There are two notable Ali matches not featured in my book. They are not on his official fight record. Therefore, they weren’t included. But both garnered much attention and notoriety for not only who was involved, but the never been done before curiosity appeal. The first took place after Ali re-captured the heavyweight crown in his fight with George Foreman. A month after he’d defeated Richard Dunn and three months prior to his third clash with Ken Norton, Ali got into the ring with Antonio Inoki in Tokyo on June 26, 1976. It was considered by many the first high profile mixed martial arts match. It was seen as a precursor to modern MMA. Japan’s Inoki, a catch wrestling champion, had gained notoriety by challenging and defeating practitioners of various fighting forms. He was on record stating he believed he could defeat anyone from any other fighting art. When Ali heard this he quickly responded there was no way Inoki could beat him. They soon agreed to meet in the ring, but things got complicated thereafter. The complications started with what rules would govern the contest and how they would be carried out. Initially, a scripted pro wrestling styled contest was proposed. During the bout Ali would miss Inoki with a punch and instead knockout the referee. Then, while helping the referee, Ali would be pinned from behind by Inoki. The referee would come to and count out Ali giving local hero Inoki the victory. Ali refused to go along with the staged loss scenario. So instead, a legit anything goes fight was then proposed. But after Ali’s people witnessed Inoki’s grappling, kicking, and sweeping techniques during his training, restrictive rules were put in place. Referee Gene LeBell would swear years later that no special rules restricting the action were put in place. It was alleged from Inoki’s camp years later that the Black Muslims had threatened Inoki’s life if he laid a hand on Ali. Whatever happened or didn’t happen before the bout, the “fight” was a dull, boring event with little in the way of meaningful action taking place. Inoki spent the majority of the match dropping to the floor, lying on his back, and kicking up at Ali’s legs. This meant Ali was provided with little opportunity to throw, much less land, punches period. Ali’s legs took a battering from the prone thrown kicks. This would affect his mobility throughout the remainder of his boxing career. The bout was declared a draw. The disappointed Nippon Budokan arena crowd showed their displeasure in the disappointing bout by not only booing but pelting the ring area with food and garbage. While there was animosity and finger pointing from both sides in the aftermath, eventually the two combatants became friends. Ali even attended Inoki’s final wrestling match in Japan.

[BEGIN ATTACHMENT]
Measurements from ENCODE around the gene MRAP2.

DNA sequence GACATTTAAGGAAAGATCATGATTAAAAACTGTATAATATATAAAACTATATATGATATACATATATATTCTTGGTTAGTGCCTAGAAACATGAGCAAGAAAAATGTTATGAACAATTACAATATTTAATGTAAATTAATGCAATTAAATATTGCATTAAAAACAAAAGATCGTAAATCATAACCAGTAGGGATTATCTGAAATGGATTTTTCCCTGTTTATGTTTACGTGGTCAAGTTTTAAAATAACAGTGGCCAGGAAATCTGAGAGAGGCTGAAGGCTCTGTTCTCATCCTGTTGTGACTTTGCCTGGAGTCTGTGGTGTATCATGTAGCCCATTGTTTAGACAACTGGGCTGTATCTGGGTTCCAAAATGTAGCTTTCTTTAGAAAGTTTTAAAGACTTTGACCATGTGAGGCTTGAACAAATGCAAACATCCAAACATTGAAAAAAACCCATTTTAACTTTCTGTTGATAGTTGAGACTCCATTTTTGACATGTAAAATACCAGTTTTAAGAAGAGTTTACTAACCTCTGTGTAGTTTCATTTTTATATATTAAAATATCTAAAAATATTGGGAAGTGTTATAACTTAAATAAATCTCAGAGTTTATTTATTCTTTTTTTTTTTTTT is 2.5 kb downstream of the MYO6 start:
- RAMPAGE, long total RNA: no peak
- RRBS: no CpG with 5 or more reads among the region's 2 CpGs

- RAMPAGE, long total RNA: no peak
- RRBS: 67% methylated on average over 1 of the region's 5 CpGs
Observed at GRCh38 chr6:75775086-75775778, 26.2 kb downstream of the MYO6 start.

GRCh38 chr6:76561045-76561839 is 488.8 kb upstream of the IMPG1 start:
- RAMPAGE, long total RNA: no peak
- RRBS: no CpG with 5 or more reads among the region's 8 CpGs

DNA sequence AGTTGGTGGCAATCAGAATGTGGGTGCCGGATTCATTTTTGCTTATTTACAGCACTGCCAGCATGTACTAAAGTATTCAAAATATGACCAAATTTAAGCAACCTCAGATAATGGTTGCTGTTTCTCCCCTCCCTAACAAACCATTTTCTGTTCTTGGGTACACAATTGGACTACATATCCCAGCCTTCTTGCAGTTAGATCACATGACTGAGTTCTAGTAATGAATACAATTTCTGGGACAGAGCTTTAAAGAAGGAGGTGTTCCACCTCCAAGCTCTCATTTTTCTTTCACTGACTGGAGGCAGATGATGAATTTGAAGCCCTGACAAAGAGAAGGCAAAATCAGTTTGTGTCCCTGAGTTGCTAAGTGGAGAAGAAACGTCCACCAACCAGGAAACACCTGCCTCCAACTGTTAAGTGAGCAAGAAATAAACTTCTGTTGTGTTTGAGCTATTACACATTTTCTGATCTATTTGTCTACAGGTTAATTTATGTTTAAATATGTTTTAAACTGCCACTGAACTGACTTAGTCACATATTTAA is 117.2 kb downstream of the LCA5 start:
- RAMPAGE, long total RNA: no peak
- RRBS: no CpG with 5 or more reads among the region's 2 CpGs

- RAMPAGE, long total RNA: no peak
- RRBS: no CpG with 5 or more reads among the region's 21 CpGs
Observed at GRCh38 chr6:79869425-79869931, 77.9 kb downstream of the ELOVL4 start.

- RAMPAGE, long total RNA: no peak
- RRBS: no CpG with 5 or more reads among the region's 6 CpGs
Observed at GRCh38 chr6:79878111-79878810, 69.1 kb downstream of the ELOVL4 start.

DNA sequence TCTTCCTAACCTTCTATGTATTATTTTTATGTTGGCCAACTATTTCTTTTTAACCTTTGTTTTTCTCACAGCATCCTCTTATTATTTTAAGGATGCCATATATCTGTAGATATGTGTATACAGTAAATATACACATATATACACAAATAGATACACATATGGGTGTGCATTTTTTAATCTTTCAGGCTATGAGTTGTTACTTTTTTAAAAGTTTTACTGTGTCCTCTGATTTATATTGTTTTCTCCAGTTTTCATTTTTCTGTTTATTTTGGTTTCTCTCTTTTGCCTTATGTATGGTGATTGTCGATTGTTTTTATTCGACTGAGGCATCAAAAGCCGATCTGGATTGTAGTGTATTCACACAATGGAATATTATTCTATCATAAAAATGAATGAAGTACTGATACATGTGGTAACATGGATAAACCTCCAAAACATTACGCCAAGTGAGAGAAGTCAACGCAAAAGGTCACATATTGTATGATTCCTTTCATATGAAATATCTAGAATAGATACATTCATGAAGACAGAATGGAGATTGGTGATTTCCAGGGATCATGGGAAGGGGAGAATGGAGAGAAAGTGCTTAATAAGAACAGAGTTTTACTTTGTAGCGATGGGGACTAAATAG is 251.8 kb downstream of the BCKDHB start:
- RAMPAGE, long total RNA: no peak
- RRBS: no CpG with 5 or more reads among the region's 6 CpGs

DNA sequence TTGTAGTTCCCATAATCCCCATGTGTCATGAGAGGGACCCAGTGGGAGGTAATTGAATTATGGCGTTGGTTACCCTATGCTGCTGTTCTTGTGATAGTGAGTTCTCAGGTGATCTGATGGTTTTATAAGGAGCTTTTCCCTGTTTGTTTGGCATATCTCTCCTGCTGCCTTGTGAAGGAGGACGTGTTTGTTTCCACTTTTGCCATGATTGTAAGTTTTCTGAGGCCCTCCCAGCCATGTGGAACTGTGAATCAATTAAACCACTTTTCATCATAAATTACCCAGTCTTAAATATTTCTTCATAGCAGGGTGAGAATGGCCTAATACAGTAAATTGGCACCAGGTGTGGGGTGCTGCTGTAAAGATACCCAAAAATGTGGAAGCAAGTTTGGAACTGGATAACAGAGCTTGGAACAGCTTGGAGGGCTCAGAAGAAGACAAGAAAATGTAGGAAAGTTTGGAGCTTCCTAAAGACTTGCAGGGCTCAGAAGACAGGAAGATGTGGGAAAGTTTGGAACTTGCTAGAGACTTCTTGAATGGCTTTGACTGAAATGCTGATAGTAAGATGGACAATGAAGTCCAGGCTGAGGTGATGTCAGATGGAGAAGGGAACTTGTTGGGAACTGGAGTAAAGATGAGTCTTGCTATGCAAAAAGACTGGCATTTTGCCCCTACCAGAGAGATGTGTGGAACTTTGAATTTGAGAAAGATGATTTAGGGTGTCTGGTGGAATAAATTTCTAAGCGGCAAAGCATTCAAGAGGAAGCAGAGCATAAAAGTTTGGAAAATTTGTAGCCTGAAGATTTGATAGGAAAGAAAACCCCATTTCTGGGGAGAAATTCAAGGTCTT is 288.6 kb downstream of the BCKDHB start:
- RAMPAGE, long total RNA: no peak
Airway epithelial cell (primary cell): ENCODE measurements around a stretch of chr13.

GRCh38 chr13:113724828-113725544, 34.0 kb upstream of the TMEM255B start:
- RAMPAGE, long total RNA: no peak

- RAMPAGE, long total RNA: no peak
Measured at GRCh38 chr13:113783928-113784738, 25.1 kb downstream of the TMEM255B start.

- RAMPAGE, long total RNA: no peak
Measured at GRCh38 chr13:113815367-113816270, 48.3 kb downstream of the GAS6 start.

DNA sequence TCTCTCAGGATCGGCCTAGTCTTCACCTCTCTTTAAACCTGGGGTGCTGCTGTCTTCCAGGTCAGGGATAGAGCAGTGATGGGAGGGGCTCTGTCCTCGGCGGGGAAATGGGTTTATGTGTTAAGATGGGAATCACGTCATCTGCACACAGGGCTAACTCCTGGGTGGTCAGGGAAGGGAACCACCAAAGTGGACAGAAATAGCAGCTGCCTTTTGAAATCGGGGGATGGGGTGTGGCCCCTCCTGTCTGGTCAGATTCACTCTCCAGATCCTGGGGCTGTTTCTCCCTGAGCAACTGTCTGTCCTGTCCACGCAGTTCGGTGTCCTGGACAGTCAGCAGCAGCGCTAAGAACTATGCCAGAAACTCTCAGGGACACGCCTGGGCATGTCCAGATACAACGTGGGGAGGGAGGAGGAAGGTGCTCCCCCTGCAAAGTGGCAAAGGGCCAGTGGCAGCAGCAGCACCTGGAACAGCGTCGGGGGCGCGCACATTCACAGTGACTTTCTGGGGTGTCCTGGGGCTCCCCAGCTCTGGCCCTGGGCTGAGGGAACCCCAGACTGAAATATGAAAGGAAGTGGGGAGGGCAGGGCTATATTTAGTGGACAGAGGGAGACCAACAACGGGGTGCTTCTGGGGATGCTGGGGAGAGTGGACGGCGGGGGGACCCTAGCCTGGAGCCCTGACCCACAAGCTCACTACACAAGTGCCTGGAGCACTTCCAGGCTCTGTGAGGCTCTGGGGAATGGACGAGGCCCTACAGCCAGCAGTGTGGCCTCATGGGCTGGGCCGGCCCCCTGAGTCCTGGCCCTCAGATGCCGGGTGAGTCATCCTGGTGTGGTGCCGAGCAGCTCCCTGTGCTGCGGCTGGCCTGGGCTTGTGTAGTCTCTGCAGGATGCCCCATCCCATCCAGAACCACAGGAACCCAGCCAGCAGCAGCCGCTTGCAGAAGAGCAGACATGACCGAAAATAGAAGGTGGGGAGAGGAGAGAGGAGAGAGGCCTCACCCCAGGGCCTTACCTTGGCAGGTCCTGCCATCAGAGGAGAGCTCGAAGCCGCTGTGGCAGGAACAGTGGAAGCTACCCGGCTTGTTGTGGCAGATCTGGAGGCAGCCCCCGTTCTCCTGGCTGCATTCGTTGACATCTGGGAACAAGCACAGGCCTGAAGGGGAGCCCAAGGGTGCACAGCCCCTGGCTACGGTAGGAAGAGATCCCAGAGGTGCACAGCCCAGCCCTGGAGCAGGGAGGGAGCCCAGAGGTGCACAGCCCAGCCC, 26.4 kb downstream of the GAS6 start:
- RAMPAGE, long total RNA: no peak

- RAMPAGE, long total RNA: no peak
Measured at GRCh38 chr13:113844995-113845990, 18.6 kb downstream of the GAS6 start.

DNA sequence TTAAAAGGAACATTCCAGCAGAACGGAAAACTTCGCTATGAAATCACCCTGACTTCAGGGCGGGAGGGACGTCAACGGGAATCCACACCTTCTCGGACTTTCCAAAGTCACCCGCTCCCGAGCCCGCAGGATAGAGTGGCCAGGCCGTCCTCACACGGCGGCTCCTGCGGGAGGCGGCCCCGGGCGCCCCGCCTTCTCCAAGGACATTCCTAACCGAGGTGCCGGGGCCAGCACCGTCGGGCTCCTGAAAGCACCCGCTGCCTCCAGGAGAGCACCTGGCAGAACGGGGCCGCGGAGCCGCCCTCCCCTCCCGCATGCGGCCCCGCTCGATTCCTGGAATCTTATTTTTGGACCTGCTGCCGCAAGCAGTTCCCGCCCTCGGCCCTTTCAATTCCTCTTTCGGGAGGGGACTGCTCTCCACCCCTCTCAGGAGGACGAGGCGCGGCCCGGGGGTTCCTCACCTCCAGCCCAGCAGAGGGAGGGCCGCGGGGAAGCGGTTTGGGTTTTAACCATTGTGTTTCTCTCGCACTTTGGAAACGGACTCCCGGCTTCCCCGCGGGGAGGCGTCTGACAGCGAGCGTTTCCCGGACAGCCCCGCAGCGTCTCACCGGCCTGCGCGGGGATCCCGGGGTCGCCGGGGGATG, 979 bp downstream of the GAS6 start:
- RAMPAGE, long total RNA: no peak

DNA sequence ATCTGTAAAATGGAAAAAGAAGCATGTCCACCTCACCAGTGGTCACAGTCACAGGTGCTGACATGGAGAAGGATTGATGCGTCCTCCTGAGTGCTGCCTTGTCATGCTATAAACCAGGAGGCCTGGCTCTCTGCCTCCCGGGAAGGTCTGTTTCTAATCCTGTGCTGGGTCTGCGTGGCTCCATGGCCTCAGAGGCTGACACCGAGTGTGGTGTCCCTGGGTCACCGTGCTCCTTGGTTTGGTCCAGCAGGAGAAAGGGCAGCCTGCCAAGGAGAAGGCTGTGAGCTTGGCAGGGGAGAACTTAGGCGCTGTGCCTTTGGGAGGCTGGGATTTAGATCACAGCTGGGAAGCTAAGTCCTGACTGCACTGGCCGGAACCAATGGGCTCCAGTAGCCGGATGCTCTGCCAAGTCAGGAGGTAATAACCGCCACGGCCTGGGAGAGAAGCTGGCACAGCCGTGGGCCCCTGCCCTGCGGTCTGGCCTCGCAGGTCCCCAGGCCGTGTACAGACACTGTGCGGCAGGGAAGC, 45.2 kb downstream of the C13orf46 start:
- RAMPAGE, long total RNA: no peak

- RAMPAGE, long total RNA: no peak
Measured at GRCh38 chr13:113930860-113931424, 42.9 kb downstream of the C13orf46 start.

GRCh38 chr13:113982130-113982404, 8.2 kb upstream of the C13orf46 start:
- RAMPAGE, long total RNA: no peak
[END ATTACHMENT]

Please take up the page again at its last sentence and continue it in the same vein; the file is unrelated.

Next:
The other notable bout not on Ali’s official record took place after Ali’s capturing of the heavyweight title for the record third time in his re-match with Leon Spinks and before he officially announced his retirement from boxing. It was most notable for the intrigue provided by the opponent’s background and achievements outside the ring than for the actual action it produced. Lyle Alzado was, at 6’4″ and around 285 lbs., an incredible physical specimen. The Denver Bronco defensive lineman was a ferocious and intense competitor on the gridiron. Alzado grew up in Brooklyn, NY where in his youth he had boxed in the Golden Gloves. As part of his off-season conditioning, Alzado trained at a Denver boxing gym in the Globeville area. Curious reporters and t.v. crews covered some of his training sessions. As a leverage ploy in his current football contract negotiations, Alzado speculated on how he might possibly leave football for a run at the heavyweight title. When queried by reporters about his seriousness, Alzado speculated he could see himself in the ring holding his own with champ Ali. When word on this got back to Ali, the challenge was accepted, and an eight round exhibition match was set up for July 14, 1979 on the football field at Denver’s Mile High Stadium. Exhibition matches were popular in the early 20th Century, particularly in states where pro boxing was prohibited by law. Most were done for charity and with no winner being declared. Jack Johnson and Jack Dempsey were notable among pro fighters who participated in a number of exhibitions. Ali was overweight and out of shape from not having trained since the Spinks re-match. However, even at 234 lbs, the 37 yr old champ was at a reported 50 lb disadvantage to the massive Alzado. Alzado came in having trained hard and was taking the opportunity seriously. While Ali, on the other hand, was there to put on a show and play to the crowd. About 20,000 were in attendance and NBC televised the bout. Alzado charged out aggressively firing power shots. Ali just moved around and merely pawed with his punches. It was obvious to everyone, but Alzado, Ali was merely playing with his opponent who he could have easily hit at will. One of Alzado’s teammates in attendance later told of how around the third round, after Alzado landed a couple of hay-makers, Ali quickly brought him back to reality by landing a hard, fast, three punch combination. After that, Alzado settled down and got with the program. Twice during clinches, Alzado picked Ali up and spun him completely around. The exhibition went the full eight rounds and the mostly football crowd got their money’s worth. Afterwards, Alzado returned to the gridiron, and Ali officially retired as the three time heavyweight champion.